The past year was not particularly good for Israel in terms of the demonization and boycott campaigns, but it was not as bad as expected, and there were some successful counterattacks against the demonizers. In the shadow of last summer’s Gaza war, the BDS and lawfare movements prepared another major push, based on more false claims of Israeli “war crimes”.
William Schabas, who has a lengthy record of anti-Israel campaigning, was appointed to lead this attack in the United Nations Human Rights Commission. As Richard Goldstone did a few years earlier, Schabas enlisted the anti-Israel NGO network (Amnesty International, Human Rights Watch, B’tselem, Breaking the Silence and many more), to issue reports and press their agendas in the media, the UN and before the International Criminal Court.
But in February, Schabas suddenly resigned after information surfaced showing that in applying for the UN position, he had omitted a stint as a paid consultant for the PLO. Embarrassed by the attempt to hide the obvious conflict of interest, Schabas’ resignation tainted the entire framework. When the UN report on the 2014 Gaza war was belatedly published in June, it came as an anticlimax, and the damage to Israel was relatively limited. As a result, although the ICC prosecutor opened a preliminary investigation this year, this step is not, by itself, very damaging.
In parallel, the BDS movement to demonize Israel claimed some additional successes, but these were largely for media consumption. For example, although the French president of Orange International foolishly told journalists in Egypt that his company was ending its relationship with the Israeli company for political reasons, in fact, this was entirely false. Overall, the same people that have been marching in Europe demanding boycotts of Israeli products continued to march, but they did not gain a significant number of new followers or have major breakthroughs in 5775. Indeed, for many Israeli start-ups and high tech firms, this was a banner year.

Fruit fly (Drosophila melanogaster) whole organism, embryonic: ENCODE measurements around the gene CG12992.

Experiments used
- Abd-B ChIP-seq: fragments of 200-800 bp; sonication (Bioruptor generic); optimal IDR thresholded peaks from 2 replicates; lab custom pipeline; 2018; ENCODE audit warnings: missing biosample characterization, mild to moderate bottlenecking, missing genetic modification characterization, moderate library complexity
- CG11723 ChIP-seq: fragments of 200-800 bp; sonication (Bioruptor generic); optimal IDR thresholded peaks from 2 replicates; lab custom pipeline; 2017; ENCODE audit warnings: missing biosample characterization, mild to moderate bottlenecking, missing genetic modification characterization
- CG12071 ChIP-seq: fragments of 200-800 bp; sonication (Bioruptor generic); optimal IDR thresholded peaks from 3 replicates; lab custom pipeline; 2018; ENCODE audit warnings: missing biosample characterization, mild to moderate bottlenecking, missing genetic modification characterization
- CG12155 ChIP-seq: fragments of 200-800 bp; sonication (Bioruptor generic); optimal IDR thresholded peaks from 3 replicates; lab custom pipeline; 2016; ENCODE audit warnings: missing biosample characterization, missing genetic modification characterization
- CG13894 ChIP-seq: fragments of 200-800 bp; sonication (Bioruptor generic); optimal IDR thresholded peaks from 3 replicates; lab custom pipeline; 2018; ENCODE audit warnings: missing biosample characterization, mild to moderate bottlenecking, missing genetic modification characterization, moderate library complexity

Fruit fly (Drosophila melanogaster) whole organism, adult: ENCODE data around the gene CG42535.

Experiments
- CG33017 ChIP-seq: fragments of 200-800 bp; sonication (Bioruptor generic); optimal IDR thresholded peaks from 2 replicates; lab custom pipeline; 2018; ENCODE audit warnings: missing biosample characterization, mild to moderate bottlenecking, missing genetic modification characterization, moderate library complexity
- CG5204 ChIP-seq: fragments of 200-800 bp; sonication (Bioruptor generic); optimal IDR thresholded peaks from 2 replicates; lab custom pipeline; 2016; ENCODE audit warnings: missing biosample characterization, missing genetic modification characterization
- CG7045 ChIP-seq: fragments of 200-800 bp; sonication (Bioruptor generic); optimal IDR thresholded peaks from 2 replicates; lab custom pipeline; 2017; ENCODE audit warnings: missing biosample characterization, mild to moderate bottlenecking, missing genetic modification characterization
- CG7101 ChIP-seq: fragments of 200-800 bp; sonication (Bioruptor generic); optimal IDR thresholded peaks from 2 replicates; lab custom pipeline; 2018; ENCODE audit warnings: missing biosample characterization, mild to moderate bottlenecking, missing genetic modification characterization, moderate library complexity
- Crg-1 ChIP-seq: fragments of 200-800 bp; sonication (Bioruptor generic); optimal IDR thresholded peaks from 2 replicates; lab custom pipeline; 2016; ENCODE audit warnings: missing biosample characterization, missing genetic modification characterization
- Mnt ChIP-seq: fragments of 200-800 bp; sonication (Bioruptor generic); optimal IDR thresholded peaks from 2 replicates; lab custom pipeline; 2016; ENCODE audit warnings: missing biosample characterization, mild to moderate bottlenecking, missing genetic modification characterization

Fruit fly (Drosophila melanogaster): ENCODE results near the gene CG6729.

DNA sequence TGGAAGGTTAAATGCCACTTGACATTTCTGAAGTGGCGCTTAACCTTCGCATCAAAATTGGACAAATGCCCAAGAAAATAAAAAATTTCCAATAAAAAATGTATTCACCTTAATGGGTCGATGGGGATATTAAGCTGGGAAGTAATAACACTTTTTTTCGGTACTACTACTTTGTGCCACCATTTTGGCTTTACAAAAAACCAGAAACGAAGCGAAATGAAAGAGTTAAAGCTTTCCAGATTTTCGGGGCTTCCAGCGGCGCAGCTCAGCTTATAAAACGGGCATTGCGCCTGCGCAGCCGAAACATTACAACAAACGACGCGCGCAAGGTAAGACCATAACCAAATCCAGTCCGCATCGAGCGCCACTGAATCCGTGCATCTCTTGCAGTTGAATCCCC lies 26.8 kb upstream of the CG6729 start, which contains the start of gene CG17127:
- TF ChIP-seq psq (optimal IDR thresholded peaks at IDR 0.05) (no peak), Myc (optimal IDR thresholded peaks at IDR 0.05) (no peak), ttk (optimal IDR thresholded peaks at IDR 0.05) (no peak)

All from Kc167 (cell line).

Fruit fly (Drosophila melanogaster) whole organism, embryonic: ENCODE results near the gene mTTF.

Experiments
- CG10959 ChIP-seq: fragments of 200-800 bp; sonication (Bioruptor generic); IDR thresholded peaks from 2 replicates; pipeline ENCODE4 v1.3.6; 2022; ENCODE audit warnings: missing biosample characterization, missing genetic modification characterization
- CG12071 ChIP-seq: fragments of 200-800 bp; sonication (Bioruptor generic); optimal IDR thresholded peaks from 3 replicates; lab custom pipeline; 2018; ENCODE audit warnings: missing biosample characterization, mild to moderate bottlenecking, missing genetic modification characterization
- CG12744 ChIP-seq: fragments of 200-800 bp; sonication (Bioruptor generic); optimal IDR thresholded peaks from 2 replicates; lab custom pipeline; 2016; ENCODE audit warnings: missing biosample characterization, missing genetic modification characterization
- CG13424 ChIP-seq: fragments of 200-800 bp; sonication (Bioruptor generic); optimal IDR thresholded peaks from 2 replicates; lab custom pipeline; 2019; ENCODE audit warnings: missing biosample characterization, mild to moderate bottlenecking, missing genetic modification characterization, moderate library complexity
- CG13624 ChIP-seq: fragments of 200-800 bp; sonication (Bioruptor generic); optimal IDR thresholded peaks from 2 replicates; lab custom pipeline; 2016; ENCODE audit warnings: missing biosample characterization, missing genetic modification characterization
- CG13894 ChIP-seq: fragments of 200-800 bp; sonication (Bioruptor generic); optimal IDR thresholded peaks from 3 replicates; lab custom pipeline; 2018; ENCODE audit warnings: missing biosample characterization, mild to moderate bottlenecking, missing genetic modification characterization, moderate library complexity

Similarly, on university campuses, particularly in the US and Canada, while BDS won some symbolic votes, watchdog groups reported that overall, the impact of hate campaigns against Israel did not grow. In a number of cases, effective pro-Israel student groups including Stand With Us scored major successes in defeating the boycott calls. Students and faculty members who, in the past, stayed quiet or were too intimidated to speak out, have joined in condemning BDS. Some who are critical of specific Israeli government policies on settlements have come to realize that the BDS threat is much wider, and that its leaders seek to eliminate Israel as the nation state of the Jewish people.
In other areas as well, the counter-attack against BDS gained strength in the past year. In the Israeli government, and particularly in the Foreign Ministry, headed by Deputy Minister Hotovely, the resources and coordination needed to fight and defeat BDS were increased significantly. Other ministries with related agendas also gave a higher priority to efforts to defeat the political and economic warfare. Ambassadors and officials from the European governments and the EU were called in and strongly criticized for providing taxpayer funds for NGOs that are at the head of irresponsible and often anti-Semitic BDS campaigns.
Indeed, as diplomats and political leaders from the donor countries were confronted with evidence that the funds that they provide for promoting “peace” and “human rights” are used for demonization and hate, some of the frameworks were changed significantly. Under the “Partnership for Peace Program”, the European Union did not renew grants for NGOs that promote BDS and lawfare, including for violent activities, marking the most significant change in over 15 years. A number of European embassies in Israel also reduced or ended grants for anti-peace NGOs. While there are still tens of millions of Euros and Pounds and Krona going to BDS, the trend is down, for the first time.
The year ended with the Matisyahu incident in Spain that began as a defeat and was turned into an important victory over the demonizers. The American Jewish singer was targeted by “BDS bullies” and told that he must sign a statement against Israel in order to appear at a music festival. Matisyahu refused, and this response launched a wide public campaign condemning the BDS movement. The organizers apologized, and in defiance of BDS, Matisyahu sang songs about Jerusalem.
While it would be premature to say that the war to defeat BDS and lawfare has turned in Israel’s favor, there are certainly some signs of optimism on this battleground as we go towards 5776.